Area code(s) +53-43
Province Ciego de Ávila Province
|Time zone EST (UTC-5)|
Elevation 4 m
|Island groups Greater Antilles, Sabana-Camagüey Archipelago, Jardines del Rey, Antilles|
Cayo coco cuba the most amazing attractions beaches islands in cuba things to do
Cayo Coco (Coco Key) is an island in central Cuba, known for its all-inclusive resorts. It lies within the Ciego de Ávila Province and is part of a chain of islands called Jardines del Rey ("King's Gardens"). The cay is administered by the Morón municipality, has a surface area of 370 km2, and is named after the white ibis, locally called coco (coconut) birds. The island is known for its long beaches and many resort hotels.
- Cayo coco cuba the most amazing attractions beaches islands in cuba things to do
- Map of Cayo Coco, Cuba
- Cayo coco travel documentary video
Map of Cayo Coco, Cuba
Cayo coco travel documentary video
Used as a hideout by buccaneers in the early colonial period, the island was home to a small settlement of fishermen and charcoal producers until 1955, when the freshwater supply was exhausted and the market for charcoal ended with the spread of electrification after the Cuban Revolution. A causeway connecting the island to the Cuban mainland opened on 26 July 1988, and resort construction began. The first resort, Guitart Cayo Coco (now the Hotel Colonial Cayo Coco), opened in 1993. The Cuban exile group Alpha 66 attacked the resort with machine guns in 1994 and 1995, but there were no injuries.
Cayo Coco and the neighboring Cayo Guillermo provided settings for Ernest Hemingway's Islands in the Stream and The Old Man and the Sea.
The causeway linking Cayo Coco to the mainland is 27 kilometres (17 miles) long and runs across Perros Bay (Bahia de Perros). It took 16 months to build and required 3 million cubic metres (110 million cubic feet) of stone. The causeway caused concern among environmentalists because it disturbed the tidal flow, thus changing the salinity and temperature of the water. A number of gaps were created in the causeway to restore some water flow. Wild flamingos still live in the shallow waters of the bay and can often be seen from the causeway, albeit less frequently. Two short causeways link Cayo Coco to Cayo Guillermo (to the west) and Cayo Romano (to the east).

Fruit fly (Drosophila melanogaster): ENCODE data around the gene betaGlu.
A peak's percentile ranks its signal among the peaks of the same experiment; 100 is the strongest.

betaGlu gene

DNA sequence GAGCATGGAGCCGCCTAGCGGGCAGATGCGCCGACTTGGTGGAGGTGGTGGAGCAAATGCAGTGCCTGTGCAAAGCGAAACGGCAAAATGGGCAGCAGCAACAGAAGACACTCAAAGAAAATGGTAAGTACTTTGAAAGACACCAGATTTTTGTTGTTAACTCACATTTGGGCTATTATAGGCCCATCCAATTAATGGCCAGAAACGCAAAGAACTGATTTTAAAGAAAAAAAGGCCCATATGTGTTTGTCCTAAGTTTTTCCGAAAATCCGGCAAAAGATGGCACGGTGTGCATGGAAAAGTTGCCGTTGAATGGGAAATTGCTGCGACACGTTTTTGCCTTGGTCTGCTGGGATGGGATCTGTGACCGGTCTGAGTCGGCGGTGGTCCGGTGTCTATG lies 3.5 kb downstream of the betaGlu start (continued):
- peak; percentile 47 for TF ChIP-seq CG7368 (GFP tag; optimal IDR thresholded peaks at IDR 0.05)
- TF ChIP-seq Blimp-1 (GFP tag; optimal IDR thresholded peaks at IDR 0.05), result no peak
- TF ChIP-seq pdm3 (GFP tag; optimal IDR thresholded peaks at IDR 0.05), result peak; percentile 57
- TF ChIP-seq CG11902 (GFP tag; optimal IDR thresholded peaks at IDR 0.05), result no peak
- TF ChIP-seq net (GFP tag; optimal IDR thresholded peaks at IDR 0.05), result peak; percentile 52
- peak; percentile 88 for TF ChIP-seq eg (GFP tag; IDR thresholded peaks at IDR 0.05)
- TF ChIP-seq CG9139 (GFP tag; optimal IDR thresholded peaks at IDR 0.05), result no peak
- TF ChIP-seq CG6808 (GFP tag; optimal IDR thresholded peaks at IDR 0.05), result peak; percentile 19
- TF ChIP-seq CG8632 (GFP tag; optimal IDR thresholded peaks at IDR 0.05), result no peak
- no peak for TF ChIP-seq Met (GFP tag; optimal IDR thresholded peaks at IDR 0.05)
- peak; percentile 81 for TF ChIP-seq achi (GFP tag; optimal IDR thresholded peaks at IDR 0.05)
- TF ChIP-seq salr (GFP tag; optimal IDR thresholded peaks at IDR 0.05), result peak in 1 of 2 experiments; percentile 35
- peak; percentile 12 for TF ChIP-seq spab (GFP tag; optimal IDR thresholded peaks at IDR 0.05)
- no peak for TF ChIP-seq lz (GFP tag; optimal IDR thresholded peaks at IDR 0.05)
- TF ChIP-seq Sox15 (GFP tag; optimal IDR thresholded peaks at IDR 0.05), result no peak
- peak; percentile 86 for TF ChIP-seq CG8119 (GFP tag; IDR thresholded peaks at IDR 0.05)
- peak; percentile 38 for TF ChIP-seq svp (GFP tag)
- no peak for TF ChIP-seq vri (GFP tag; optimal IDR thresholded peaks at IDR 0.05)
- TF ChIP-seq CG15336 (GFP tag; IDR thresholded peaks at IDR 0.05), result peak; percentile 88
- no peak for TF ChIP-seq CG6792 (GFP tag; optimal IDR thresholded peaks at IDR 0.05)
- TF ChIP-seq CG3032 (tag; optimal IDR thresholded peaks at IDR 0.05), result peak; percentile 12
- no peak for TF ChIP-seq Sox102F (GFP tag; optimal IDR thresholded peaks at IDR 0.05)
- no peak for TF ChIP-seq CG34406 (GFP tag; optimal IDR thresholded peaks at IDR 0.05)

Still largely wild with swamps and scrubland populated by wild cattle, the islands boast about a dozen large international hotels currently offering approximately 5000 rooms: the Jardines del Rey project plans to eventually offer 32,000 rooms. Beaches are attractive for tourists and the massive coral reef off the north coast attracts divers from around the world.
As of 2015, resorts in the area include the:
Hotels already under construction or in the planning stages (to open late 2015/early 2016) include:
The island has its own international airport, the Jardines del Rey Airport (Aeropuerto Jardines del Rey; airport codes IATA: CCC, ICAO: MUCC). Since 2005, tourists can fly directly in to the airport on Cayo Coco. An earlier airport, the Cayo Coco Airport has been reclaimed as a small natural park called Parque Natural El Baga. Prior to the construction of the Jardines del Rey Airport, tourist flights for area resorts landed at the Máximo Gómez Airport (Aeropuerto Máximo Gómez; airport codes IATA: AVI, ICAO: MUCA) near Morón on the Cuban mainland.